(8). The 6th Floor which houses my office has been completed in my term. It was part of the original plan when the colonial government was building this House.
(9). We are constructing a new chamber to provide enough space for MPs and staff.
(10). Parliament has hosted key international events, including the Commonwealth Parliamentary Conference (CPC), which was held in Kampala, last year. In 2012, we hosted the Inter-Parliamentary Union (IPU). We also hosted the Youth Parliament.
(11). Over these years, we have recognized special interest groups: People with Disabilities; Women; and Youth; in addition to committees.
How have you broken through the barriers to scale to the top in a male-dominated world, considering the positions you have held locally and internationally?
First, it requires a lot of preparation; it didn’t just happen. I have been consistently attending the meetings, but also I have taken many leadership positions both in the Commonwealth and the IPU [Inter-Parliamentary Union].
In the Commonwealth, I started as a branch representative; then I became the chair of the CWP [Commonwealth Parliamentarians] Africa. So I worked on programmes that no other Chair had done — and no other region in the Commonwealth had done except Africa.My work was outstanding. Because of the work I had done in Africa, they thought that I should also support them do international work and build the women parliamentarians; which I did quite well.
Within the IPU, I started as a member. Next, I became a chair of a Standing Committee. Later, I became a member of the Executive Committee, where I represented the East African region. When I was on the regional executive, we brought in South Sudan and Somalia as new members to the IPU through my leadership in the executive committee. So it has been a journey, but it has been perfected overtime.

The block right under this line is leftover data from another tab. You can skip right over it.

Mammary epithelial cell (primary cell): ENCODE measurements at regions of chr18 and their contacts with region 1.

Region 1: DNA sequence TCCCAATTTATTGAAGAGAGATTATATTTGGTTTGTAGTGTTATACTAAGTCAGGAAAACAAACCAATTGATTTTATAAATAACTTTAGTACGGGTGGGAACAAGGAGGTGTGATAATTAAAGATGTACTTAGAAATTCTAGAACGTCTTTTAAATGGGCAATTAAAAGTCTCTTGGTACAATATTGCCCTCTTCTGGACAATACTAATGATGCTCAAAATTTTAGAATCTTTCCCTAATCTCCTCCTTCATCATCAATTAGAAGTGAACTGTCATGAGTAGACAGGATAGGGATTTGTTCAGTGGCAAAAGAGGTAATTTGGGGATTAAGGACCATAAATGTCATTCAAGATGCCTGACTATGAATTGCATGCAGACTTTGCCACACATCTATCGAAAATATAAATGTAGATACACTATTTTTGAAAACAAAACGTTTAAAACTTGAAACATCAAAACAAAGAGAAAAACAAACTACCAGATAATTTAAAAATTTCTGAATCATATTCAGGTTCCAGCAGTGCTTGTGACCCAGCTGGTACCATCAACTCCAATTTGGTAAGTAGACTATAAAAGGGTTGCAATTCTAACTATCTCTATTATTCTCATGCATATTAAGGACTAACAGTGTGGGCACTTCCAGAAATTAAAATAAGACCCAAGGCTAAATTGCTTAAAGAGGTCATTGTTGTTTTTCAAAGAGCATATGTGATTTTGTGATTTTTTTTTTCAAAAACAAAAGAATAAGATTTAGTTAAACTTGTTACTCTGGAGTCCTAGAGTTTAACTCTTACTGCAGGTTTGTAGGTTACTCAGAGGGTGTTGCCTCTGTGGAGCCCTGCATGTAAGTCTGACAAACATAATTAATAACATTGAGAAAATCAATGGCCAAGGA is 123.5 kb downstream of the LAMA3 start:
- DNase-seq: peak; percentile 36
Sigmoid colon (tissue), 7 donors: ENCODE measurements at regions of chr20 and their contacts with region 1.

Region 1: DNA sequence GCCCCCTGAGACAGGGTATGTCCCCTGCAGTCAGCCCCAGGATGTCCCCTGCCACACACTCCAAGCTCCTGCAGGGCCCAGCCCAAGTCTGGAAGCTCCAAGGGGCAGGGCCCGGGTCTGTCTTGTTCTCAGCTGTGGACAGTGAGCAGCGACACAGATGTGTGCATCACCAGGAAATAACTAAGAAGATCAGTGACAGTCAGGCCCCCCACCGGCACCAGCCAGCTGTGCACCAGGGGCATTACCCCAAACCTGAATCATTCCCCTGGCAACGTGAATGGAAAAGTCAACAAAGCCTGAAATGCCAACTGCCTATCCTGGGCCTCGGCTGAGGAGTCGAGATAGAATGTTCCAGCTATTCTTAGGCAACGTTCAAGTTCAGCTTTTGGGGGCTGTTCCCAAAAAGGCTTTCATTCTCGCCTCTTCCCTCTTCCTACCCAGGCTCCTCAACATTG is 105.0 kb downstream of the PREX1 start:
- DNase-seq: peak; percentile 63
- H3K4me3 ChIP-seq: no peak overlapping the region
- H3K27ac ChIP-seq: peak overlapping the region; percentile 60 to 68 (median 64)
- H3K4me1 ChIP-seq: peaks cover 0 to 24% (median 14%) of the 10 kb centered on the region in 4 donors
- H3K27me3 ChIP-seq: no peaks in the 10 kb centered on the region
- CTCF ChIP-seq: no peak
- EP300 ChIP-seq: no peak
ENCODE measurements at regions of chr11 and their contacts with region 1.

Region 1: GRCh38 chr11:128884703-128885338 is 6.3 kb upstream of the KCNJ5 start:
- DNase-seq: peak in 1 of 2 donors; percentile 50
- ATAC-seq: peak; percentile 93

As a champion of women empowerment, what are some of the initiatives you have undertaken as Speaker, to improve the lives of women?
Within Parliament, we have advocated for a Day Care facility for the children so that mothers who come there are comfortable. And this applies to all public places; for instance, now all the new markets must have a daycare facility so that women can have their children play while they are busy their work. We have also advocated for other facilities.
For instance, we have proposed that all new roads, which are being built, should have positions for resting, so that if you have been travelling with a small child in a bus, you don’t have to go and take the child to the bush to urinate. We have proposed that all the roads should have those rest areas; where there’s a bathroom and a small restaurant, where people can sit or change the children’s diapers. Those are some of the issues on infrastructure.
Of course, we have discussed the buildings. For example, to cater for women that are physically disabled, etc. We have done a lot of advocacy on behalf of people with disabilities. Recently, we wrote to the President suggesting that the people in the Judiciary should be trained in ‘sign language’ so that they are able to communicate with people whose hearing is impaired.
In education, we have worked on reduction of taxes on many items that the women use. For instance, taxes on sanitary towels, which had been reintroduced, had to be scrapped at our insistence.
At a different level, I have personally worked on the issue of water in my constituency. There’s a lot more water than many other places. Women and children, in many areas, spend so much time walking in search of clean water. If there’s a water point, you have thousands of Jerry cans, which could stay there throughout the day and night. So one of the things we need to do is to help the rural woman; to make sure that she quickly clean water and rushes back home to do her work.
There used to be a programme in the Ministry of Energy, which dwelt on cooking stoves. These would enable people cook quickly. However, I don’t know how far it has spread across the country. I don’t hear much about it anymore. And yet that was one of the key interventions that would help the rural woman to cook quickly and get time to do other things; and maybe even go and do business.